BDP International is closely monitoring the status of Hurricane Florence and its potential impact on our customers' supply chains. Should you have any immediate questions or concerns about your cargo, please reach out to your local BDP representative. We will share updates and alerts, as necessary.
September 12, 2018 - Beach communities in North and South Carolina emptied out on Wednesday as Hurricane Florence threatened to unleash pounding surf and potentially deadly flooding as the most powerful storm to make a direct hit on the southeastern states in decades.
"This could be the first category 4 hurricane to make landfall in the Carolinas since Hurricane Hugo [in 1989]," said Governor McMaster in a televised briefing impressing upon South Carolinians to obey mandatory evacuation orders on Monday.
Florence had maximum sustained winds of 130 miles per hour (215 km per hour) and was on a trajectory that showed its center most likely to strike the southern coast of North Carolina by Friday, the National Hurricane Center said.
Updated NHC forecasts showed the storm lingering near the coast, bringing days of heavy rains that could bring intense inland flooding from South Carolina, where some areas could see as much as 40 inches (1m) of rain, to Virginia.
More than 1 million people have been ordered to evacuate the coastline of the three states, while university campuses, schools, and factories were being shuttered.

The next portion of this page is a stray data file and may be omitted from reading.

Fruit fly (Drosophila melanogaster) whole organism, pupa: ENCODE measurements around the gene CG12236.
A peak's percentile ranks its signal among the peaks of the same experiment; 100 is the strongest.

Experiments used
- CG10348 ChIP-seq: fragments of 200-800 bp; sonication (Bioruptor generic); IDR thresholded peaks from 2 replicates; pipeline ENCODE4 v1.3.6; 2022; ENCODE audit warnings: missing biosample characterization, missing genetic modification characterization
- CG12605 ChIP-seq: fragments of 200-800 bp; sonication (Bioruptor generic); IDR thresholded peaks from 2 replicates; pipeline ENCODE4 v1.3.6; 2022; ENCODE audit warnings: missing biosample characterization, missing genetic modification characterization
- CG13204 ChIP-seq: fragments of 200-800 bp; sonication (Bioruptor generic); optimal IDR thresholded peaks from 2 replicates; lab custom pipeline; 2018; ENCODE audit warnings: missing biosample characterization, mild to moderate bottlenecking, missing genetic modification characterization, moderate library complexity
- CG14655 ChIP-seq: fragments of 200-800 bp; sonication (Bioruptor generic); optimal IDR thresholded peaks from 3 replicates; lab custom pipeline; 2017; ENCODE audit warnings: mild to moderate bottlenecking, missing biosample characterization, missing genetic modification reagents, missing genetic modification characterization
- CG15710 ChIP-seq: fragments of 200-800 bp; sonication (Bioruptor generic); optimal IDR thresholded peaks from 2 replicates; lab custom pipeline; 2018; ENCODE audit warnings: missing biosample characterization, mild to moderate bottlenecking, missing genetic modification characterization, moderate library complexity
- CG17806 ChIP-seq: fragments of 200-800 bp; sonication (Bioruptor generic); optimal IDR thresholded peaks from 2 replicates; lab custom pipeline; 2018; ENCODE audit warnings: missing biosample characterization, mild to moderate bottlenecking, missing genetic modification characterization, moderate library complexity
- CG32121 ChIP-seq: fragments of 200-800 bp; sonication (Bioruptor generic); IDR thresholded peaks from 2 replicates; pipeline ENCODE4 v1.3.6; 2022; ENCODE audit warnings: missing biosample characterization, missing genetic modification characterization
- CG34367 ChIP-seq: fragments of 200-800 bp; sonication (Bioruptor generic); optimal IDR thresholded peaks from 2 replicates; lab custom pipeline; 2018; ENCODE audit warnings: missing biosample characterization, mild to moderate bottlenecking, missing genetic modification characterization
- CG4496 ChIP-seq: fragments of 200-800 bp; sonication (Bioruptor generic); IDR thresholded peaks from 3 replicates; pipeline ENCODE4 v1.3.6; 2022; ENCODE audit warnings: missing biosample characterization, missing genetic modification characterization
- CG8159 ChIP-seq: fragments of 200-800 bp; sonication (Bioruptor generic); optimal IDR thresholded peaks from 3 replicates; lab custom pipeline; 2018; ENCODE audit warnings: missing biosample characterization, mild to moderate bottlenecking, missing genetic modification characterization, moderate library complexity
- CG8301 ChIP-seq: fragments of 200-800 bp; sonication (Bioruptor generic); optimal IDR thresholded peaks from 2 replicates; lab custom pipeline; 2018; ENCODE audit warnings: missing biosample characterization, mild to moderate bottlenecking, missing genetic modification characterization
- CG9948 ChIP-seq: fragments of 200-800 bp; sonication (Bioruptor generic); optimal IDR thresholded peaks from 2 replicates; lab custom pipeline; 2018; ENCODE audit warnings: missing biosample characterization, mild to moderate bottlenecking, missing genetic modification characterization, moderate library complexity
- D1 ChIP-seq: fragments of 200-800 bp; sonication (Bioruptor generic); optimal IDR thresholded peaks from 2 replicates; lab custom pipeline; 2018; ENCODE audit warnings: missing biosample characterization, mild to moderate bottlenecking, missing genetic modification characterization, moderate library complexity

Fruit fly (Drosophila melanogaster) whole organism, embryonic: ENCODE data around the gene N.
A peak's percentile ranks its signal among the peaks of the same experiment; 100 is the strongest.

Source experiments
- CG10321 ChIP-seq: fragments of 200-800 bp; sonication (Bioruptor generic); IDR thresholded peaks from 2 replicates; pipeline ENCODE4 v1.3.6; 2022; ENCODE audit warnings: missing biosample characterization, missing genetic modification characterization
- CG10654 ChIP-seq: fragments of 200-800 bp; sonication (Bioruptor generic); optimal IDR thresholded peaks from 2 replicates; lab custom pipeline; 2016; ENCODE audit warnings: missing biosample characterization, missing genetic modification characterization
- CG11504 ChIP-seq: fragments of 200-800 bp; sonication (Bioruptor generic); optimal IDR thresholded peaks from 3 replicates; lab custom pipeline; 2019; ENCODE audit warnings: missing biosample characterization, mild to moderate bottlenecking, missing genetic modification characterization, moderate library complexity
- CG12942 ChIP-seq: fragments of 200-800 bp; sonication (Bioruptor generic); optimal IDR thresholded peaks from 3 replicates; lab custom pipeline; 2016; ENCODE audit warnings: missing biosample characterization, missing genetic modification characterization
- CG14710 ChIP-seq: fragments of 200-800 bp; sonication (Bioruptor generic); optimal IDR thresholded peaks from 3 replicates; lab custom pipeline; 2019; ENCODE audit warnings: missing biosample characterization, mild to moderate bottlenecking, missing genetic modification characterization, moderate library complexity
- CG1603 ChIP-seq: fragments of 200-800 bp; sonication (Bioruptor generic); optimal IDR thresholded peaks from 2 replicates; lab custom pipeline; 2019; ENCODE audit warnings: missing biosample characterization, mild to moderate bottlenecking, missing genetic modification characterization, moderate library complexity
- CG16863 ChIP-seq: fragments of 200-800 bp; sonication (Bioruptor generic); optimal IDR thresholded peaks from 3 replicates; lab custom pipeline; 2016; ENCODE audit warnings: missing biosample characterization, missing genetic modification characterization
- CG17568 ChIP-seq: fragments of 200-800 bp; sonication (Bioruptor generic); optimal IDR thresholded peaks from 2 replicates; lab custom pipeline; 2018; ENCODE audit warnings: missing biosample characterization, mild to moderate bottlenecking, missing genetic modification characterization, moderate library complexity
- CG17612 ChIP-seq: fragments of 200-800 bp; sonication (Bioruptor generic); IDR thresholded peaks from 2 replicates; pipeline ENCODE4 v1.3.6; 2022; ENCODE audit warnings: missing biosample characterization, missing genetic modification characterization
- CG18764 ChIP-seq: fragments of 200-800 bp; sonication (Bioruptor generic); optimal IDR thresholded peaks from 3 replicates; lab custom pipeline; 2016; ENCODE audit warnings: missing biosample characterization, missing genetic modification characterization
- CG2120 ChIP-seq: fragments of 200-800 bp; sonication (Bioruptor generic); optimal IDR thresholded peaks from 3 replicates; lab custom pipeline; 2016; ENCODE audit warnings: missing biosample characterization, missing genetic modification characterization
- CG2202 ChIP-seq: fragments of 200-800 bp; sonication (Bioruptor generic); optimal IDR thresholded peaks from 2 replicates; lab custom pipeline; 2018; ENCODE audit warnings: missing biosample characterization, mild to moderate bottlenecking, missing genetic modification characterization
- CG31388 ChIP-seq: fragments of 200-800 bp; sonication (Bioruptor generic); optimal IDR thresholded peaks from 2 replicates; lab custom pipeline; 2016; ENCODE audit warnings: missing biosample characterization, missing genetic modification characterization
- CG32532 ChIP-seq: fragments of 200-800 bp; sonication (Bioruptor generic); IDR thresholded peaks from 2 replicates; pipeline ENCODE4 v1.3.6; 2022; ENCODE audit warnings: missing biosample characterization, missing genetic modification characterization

The NHC said the first tropical storm-force winds of at least 39 miles per hour (63 kph) would hit the region early on Thursday with the storm’s center reaching the coast Friday. At 8 a.m. (1200 GMT) on Wednesday the storm was located about 530 miles (855 km) southeast of Cape Fear, North Carolina.
Ports stayed open extra hours to move product out, especially a concern in South Carolina where major arteries will become one-way away from the coast starting at noon Sept. 12, and roadways will become clogged as the evacuation order goes into effect. "There's no way we’re sending truckloads on back roads," he said.
Though not all of these affected ports have made formal announcements, Bartmann said to expect them to close beginning Tuesday evening until at least Friday, but most likely Monday. His largest concern is that the storm will swing North and douse the Port of Norfolk and even the Port of Baltimore.
"Norfolk could be affected harder because if the storm moves north, then there could be an enormous amount of rainfall similar to Harvey," said Bartmann.
These East Coast ports have grown in significance in recent years — the Port of Charleston had the highest monthly container volume in its history on Monday, handling 177,728 TEUs.
Though September is usually peak season, reports indicate shippers brought in their major shipments early to avoid tariffs. Still, should Florence reach a category five as some say it will, it could be much more disruptive to U.S. supply chains than Hugo.
Sources: Supply Chain Dive, Reuters